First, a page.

After an uneventful ride to Fes through Ifrane (Moroccan Switzerland. No Joke), I broke my communication fast and hit an internet café quickly. Our following day in Fes consisted of the basics, touring the medina, seeing people making everything I had been seeing in the souks (markets), and just reveling in the process of “how it’s made.” No epiphanies today, just a mental not that I need to return to Fes. One day was not enough.

After Fes, we made a stop in Volubilis. Nothing to terribly notable here. Beautiful Roman ruins in the Moroccan breadbasket, gorgeous. We got to see the most interesting group of Japanese tourists, which made my morning, but then it was onto our last stop (After lunch in the incredibly picturesque Moulay Idriss). Chefchaouen, here we come.

I can only describe Chefchaouen in two words. The first describes the clientele: Hippy. The second describes the feeling of this place: Cathartic. After an evening there, among the blue streets, drinking tea and talking, the hectic madness of the week past melted away. I was calm. That calm feeling continued, even though getting up at 6am to hike the mountains that Chefchaouen lay within. This hike was easily one of the highlights of a week of highlights. The steep terrain, the sense of accomplishment, the 2 Street Dogs who kept us company throughout our entire hike, and the scenery were indescribable. The entire hike took almost 6 hours of heavy footwork, and we didn’t reach the true summit, but reaching the ridge was amazing enough. That morning will forever etch a place in my memory among the ones I escape to when I need to smile, and I would rank this place right along with the Sahara as a must see. After a morning filled with physical exertion, I rested my way right back to Rabat, after a quick look into the olive oil making process.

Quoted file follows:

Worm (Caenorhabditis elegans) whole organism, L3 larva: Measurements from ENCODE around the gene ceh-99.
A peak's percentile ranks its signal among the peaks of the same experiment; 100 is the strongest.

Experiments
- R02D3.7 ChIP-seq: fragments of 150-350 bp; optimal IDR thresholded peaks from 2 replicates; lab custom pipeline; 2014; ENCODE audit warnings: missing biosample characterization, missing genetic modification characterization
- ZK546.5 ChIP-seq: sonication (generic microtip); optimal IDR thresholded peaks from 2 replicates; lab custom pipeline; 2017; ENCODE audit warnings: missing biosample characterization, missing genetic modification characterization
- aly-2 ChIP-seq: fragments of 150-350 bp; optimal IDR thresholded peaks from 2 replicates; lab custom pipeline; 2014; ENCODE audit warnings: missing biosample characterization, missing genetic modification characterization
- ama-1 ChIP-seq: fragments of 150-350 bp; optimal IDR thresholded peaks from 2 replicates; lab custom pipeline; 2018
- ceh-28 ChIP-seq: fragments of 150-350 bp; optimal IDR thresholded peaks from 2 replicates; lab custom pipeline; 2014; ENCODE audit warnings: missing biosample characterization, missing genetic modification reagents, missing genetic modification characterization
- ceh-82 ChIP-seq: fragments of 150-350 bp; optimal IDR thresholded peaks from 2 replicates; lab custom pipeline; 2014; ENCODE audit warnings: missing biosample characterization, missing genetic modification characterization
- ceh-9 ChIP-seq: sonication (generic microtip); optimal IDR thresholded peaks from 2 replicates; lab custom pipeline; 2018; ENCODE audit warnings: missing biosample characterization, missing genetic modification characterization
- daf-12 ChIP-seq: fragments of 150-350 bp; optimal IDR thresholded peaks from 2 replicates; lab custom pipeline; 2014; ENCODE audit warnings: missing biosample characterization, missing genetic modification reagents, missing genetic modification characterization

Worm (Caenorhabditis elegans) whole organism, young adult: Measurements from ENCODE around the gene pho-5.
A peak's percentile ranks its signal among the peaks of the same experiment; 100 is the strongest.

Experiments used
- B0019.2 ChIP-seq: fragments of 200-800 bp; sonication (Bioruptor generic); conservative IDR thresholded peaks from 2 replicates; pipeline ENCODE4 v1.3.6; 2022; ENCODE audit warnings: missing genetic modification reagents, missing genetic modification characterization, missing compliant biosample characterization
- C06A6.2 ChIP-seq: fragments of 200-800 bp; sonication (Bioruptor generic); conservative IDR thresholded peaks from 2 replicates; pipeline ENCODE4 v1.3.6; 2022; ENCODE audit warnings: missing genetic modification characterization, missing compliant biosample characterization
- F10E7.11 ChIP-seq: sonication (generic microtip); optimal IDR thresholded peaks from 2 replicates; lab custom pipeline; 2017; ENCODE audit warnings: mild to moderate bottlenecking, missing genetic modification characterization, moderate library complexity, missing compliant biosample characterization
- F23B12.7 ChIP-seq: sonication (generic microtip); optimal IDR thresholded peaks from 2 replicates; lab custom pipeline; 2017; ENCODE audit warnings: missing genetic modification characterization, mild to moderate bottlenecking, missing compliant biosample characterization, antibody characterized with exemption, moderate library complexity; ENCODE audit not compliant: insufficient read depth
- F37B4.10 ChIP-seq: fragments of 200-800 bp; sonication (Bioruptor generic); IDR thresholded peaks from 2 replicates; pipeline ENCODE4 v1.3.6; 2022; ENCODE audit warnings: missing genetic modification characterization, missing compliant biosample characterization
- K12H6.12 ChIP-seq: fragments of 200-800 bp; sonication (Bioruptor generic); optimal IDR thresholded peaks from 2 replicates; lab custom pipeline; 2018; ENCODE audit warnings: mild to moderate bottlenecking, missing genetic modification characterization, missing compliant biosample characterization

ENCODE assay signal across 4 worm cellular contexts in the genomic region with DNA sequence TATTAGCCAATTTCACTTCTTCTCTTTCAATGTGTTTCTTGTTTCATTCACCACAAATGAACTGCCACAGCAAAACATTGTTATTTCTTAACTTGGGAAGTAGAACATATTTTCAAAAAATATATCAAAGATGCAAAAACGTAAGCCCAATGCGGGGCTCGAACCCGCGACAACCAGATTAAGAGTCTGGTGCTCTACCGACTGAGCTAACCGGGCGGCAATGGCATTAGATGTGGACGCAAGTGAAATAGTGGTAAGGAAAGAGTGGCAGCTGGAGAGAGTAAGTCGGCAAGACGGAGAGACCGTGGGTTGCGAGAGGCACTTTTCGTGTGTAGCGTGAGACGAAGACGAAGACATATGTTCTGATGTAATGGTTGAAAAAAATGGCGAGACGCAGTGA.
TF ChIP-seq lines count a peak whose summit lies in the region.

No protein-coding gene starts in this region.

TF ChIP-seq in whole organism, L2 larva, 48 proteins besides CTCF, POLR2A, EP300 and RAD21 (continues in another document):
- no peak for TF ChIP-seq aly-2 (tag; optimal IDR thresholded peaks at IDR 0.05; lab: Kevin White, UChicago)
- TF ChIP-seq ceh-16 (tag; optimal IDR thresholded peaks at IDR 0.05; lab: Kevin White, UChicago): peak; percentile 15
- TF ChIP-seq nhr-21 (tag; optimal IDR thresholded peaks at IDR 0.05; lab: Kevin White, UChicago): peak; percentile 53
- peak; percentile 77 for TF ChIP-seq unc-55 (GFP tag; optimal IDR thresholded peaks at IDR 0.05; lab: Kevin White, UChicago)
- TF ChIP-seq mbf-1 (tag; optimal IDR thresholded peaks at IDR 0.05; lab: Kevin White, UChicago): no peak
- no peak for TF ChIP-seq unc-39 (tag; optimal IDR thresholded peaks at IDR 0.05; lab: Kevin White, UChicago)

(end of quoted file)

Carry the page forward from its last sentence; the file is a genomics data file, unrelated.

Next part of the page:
In closing, I have to rank this past week among the all-time highlights of my travel experiences. The views, the experiences, the knowledge and the feelings were visceral, and it was a once in a lifetime week that I don’t think I will ever truly replicate again. I just hope Portugal and Spain are listening well… they have a damn hard act to follow.

Shuf!/Shufi! (Look!)